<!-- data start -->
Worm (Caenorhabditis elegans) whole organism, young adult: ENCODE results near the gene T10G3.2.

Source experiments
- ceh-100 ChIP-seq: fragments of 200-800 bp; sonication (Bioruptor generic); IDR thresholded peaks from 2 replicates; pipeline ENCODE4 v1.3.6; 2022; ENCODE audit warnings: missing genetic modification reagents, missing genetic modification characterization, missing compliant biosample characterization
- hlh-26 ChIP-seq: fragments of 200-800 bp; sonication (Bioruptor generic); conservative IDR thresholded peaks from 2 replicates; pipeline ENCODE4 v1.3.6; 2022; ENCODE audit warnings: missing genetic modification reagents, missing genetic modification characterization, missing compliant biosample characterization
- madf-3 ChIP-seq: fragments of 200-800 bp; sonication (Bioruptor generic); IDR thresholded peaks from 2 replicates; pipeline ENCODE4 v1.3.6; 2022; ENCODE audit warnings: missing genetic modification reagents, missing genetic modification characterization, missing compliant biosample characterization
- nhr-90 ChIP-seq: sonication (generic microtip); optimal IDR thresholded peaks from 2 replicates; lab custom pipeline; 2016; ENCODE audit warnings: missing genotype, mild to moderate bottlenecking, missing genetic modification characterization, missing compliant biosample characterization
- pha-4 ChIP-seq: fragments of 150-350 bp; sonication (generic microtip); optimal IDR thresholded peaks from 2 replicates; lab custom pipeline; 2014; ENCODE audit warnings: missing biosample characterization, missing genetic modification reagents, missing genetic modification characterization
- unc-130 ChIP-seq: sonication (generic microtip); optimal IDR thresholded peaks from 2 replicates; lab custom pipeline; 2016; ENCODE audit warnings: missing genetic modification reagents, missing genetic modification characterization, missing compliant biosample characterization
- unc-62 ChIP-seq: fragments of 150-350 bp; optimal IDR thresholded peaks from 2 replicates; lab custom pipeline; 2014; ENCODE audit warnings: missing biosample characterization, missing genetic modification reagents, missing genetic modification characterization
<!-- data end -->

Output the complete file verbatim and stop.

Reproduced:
Worm (Caenorhabditis elegans) whole organism, young adult: ENCODE results near the gene T10G3.2.

Source experiments
- ceh-100 ChIP-seq: fragments of 200-800 bp; sonication (Bioruptor generic); IDR thresholded peaks from 2 replicates; pipeline ENCODE4 v1.3.6; 2022; ENCODE audit warnings: missing genetic modification reagents, missing genetic modification characterization, missing compliant biosample characterization
- hlh-26 ChIP-seq: fragments of 200-800 bp; sonication (Bioruptor generic); conservative IDR thresholded peaks from 2 replicates; pipeline ENCODE4 v1.3.6; 2022; ENCODE audit warnings: missing genetic modification reagents, missing genetic modification characterization, missing compliant biosample characterization
- madf-3 ChIP-seq: fragments of 200-800 bp; sonication (Bioruptor generic); IDR thresholded peaks from 2 replicates; pipeline ENCODE4 v1.3.6; 2022; ENCODE audit warnings: missing genetic modification reagents, missing genetic modification characterization, missing compliant biosample characterization
- nhr-90 ChIP-seq: sonication (generic microtip); optimal IDR thresholded peaks from 2 replicates; lab custom pipeline; 2016; ENCODE audit warnings: missing genotype, mild to moderate bottlenecking, missing genetic modification characterization, missing compliant biosample characterization
- pha-4 ChIP-seq: fragments of 150-350 bp; sonication (generic microtip); optimal IDR thresholded peaks from 2 replicates; lab custom pipeline; 2014; ENCODE audit warnings: missing biosample characterization, missing genetic modification reagents, missing genetic modification characterization
- unc-130 ChIP-seq: sonication (generic microtip); optimal IDR thresholded peaks from 2 replicates; lab custom pipeline; 2016; ENCODE audit warnings: missing genetic modification reagents, missing genetic modification characterization, missing compliant biosample characterization
- unc-62 ChIP-seq: fragments of 150-350 bp; optimal IDR thresholded peaks from 2 replicates; lab custom pipeline; 2014; ENCODE audit warnings: missing biosample characterization, missing genetic modification reagents, missing genetic modification characterization